Popular Support for the German Government at an All-Time Low

A survey of the Federation of Civil Servants (Deutscher Beamtenbund), published on Sept. 1, found that only 29% of the respondents believe the German government is capable of handling the situation, against 66% who hold the opposite opinion.

The National Association of SMEs (DMB) comes to an even more drastic conclusion based on responses from its members. DMB president Marc S. Tenbieg told the Berliner Zeitung (Sept 2) that following on the high energy and electricity prices, the outlook for the next six months “is described as very dark by many firms, so that 10% of the firms surveyed by the DMB are already plagued with existential fears”. In a quick poll, the DMB found that 95% of the firms accuse the government of not supporting the Mittelstand enough or not at all, with 73% saying they have been hard or very hard hit by energy prices. For 32%, the business prospects for the next six months are “bad”.

On this backdrop, the remarks by German Foreign Minister Annalena Baerbock (of the Green Party) in Prague, Aug. 31, strongly confirm the impression that the government does not care about the German citizens. The Minister stated outright that “I will fulfill my promises [to Ukraine] no matter what my German constituents think.” The fact that she added that “the government is aware of its social responsibilities” did nothing to reassure a highly dissatisfied population.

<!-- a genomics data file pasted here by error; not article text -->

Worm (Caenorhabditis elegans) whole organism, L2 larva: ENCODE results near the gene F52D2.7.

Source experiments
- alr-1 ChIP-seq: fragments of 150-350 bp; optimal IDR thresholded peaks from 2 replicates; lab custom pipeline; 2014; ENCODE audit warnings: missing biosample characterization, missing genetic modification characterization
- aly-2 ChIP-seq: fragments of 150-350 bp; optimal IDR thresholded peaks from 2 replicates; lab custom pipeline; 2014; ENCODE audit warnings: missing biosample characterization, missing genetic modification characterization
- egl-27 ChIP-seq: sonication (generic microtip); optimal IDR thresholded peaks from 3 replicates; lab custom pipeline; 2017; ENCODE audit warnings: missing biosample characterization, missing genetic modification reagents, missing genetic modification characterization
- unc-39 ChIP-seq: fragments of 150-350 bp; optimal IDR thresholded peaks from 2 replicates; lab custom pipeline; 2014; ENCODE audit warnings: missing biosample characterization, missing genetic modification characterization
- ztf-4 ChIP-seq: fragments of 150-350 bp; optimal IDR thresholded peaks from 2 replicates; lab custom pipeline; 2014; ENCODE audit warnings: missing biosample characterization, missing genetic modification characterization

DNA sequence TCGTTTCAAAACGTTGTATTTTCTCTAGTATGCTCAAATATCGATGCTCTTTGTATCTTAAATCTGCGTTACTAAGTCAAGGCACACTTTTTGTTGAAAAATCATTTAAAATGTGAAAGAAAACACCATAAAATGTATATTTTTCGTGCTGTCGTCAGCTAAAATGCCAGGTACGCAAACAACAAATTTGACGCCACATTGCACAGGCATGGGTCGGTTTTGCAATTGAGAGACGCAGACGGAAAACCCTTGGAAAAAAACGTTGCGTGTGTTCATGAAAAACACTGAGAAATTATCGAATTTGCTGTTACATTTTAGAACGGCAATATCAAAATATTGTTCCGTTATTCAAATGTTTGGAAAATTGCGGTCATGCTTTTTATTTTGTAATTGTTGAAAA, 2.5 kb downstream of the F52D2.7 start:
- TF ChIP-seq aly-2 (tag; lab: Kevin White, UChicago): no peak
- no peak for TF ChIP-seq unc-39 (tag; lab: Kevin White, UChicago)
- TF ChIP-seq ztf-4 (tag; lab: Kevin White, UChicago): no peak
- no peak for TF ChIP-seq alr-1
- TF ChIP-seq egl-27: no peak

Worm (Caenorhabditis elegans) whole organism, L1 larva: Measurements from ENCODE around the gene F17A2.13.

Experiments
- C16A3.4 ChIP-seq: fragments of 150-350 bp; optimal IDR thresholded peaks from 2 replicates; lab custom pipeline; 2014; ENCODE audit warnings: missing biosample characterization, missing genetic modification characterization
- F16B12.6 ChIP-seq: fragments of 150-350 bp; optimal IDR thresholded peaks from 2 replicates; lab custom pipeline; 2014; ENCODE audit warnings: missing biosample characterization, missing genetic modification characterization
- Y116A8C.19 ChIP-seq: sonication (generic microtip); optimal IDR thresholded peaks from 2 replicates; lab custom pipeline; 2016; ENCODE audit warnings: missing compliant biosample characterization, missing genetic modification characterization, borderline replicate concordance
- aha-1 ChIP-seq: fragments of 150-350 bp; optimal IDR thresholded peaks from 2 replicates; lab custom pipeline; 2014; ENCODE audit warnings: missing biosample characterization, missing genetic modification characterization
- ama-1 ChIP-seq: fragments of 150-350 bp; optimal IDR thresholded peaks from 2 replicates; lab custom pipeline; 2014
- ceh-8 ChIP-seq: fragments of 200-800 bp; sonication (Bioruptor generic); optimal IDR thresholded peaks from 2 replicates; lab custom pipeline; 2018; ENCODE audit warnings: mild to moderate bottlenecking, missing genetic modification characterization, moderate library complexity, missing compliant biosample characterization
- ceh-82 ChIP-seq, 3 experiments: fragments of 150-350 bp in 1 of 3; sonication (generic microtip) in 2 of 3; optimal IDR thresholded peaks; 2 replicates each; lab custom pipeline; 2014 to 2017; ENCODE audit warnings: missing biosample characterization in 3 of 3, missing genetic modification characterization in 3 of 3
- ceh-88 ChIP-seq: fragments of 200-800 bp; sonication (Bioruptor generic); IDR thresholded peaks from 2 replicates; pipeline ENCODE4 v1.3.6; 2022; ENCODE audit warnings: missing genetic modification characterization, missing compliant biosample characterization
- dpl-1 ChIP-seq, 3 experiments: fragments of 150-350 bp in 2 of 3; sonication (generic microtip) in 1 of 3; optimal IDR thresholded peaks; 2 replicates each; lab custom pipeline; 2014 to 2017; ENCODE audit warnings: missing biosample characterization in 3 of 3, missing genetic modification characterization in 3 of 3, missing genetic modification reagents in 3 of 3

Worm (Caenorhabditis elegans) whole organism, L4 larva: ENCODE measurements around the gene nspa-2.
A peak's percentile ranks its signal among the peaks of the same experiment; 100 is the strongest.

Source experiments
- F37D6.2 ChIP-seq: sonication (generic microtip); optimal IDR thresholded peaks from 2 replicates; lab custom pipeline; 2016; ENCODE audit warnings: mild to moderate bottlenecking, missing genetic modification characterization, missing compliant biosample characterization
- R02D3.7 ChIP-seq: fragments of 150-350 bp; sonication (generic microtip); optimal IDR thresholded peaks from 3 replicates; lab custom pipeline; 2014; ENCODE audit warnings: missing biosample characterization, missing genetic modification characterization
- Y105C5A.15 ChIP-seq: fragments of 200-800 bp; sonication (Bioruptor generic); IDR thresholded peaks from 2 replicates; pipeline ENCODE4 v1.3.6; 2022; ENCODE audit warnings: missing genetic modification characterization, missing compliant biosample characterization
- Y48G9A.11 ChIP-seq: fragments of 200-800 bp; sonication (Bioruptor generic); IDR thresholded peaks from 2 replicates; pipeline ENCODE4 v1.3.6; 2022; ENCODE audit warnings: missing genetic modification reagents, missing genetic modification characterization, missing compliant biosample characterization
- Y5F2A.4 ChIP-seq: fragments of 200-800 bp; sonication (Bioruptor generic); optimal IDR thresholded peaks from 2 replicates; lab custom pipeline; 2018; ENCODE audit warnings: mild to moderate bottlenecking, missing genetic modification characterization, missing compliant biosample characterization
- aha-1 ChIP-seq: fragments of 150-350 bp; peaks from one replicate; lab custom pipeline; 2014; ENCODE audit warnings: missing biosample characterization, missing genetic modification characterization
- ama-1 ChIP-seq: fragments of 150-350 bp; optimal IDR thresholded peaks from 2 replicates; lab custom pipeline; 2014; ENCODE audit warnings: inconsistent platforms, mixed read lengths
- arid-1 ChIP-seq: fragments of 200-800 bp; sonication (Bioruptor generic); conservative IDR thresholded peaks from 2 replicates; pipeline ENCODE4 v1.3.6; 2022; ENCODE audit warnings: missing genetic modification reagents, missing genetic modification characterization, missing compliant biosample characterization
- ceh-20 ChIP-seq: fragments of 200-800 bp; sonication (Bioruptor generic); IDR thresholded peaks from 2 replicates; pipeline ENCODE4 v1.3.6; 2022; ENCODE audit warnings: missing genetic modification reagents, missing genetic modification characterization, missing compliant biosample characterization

A third front of opposition against the government is building among the farmers, who are up in arms over the soaring costs of production, in addition to the forced cuts deliberately decreed by the EU’s insane “Farm to Fork” policy. Protests in the form of tractorcades were resumed on Aug. 31 in numerous German cities, and other actions are planned.

This is the stuff from which no-confidence votes are made. Whether that will occur in the Bundestag is uncertain at this point, although there are many indications of ongoing backroom talks among leaders of the various political parties. If SPD Chancellor Olaf Scholz is in fact ousted, one of the likely options for replacement would be a new government coalition among the Christian Democrats, Greens and the Free Democrats. However, it looks like nothing will be decided before the Oct. 9 state elections in Lower Saxony. If SPD Minister President Stefan Weil is defeated, pressure on Scholz to step down will increase.

Internationally, the ascent of geopolitical hardliner and Russophobe Liz Truss to the post of British Prime Minister could accelerate the push for a government change in Berlin. CDU leader Friedrich Merz is a hardliner on Ukraine, who accuses Scholz of pussy-footing on supplying heavy weapons to Kiev. A Merz-led government in Berlin could be expected to drag Germany even deeper into the quagmire of a war buildup against Russia.

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